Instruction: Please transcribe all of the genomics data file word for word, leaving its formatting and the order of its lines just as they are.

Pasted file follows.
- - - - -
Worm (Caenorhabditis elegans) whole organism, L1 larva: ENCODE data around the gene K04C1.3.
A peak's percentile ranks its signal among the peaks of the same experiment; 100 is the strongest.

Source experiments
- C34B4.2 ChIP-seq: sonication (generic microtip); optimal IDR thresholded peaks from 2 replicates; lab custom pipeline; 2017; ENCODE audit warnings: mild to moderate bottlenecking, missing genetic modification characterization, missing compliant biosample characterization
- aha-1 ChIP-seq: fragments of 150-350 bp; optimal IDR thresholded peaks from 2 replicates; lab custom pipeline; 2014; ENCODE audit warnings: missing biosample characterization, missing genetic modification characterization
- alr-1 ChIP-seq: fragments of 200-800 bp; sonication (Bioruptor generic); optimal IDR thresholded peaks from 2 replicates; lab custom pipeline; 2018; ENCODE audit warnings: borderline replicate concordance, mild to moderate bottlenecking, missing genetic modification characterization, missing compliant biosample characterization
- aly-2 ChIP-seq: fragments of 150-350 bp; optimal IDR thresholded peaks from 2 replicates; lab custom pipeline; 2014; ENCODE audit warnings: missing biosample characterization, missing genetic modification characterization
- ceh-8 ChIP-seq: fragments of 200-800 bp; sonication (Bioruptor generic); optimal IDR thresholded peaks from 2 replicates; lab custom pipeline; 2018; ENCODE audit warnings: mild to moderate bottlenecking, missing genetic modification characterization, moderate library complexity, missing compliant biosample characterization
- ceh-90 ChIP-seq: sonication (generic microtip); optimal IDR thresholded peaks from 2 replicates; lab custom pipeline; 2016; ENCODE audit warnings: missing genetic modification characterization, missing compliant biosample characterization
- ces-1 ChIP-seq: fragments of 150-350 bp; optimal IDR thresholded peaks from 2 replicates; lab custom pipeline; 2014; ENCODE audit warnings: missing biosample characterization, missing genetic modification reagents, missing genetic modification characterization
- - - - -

Worm (Caenorhabditis elegans) whole organism, L1 larva: ENCODE data around the gene K04C1.3.
A peak's percentile ranks its signal among the peaks of the same experiment; 100 is the strongest.

Source experiments
- C34B4.2 ChIP-seq: sonication (generic microtip); optimal IDR thresholded peaks from 2 replicates; lab custom pipeline; 2017; ENCODE audit warnings: mild to moderate bottlenecking, missing genetic modification characterization, missing compliant biosample characterization
- aha-1 ChIP-seq: fragments of 150-350 bp; optimal IDR thresholded peaks from 2 replicates; lab custom pipeline; 2014; ENCODE audit warnings: missing biosample characterization, missing genetic modification characterization
- alr-1 ChIP-seq: fragments of 200-800 bp; sonication (Bioruptor generic); optimal IDR thresholded peaks from 2 replicates; lab custom pipeline; 2018; ENCODE audit warnings: borderline replicate concordance, mild to moderate bottlenecking, missing genetic modification characterization, missing compliant biosample characterization
- aly-2 ChIP-seq: fragments of 150-350 bp; optimal IDR thresholded peaks from 2 replicates; lab custom pipeline; 2014; ENCODE audit warnings: missing biosample characterization, missing genetic modification characterization
- ceh-8 ChIP-seq: fragments of 200-800 bp; sonication (Bioruptor generic); optimal IDR thresholded peaks from 2 replicates; lab custom pipeline; 2018; ENCODE audit warnings: mild to moderate bottlenecking, missing genetic modification characterization, moderate library complexity, missing compliant biosample characterization
- ceh-90 ChIP-seq: sonication (generic microtip); optimal IDR thresholded peaks from 2 replicates; lab custom pipeline; 2016; ENCODE audit warnings: missing genetic modification characterization, missing compliant biosample characterization
- ces-1 ChIP-seq: fragments of 150-350 bp; optimal IDR thresholded peaks from 2 replicates; lab custom pipeline; 2014; ENCODE audit warnings: missing biosample characterization, missing genetic modification reagents, missing genetic modification characterization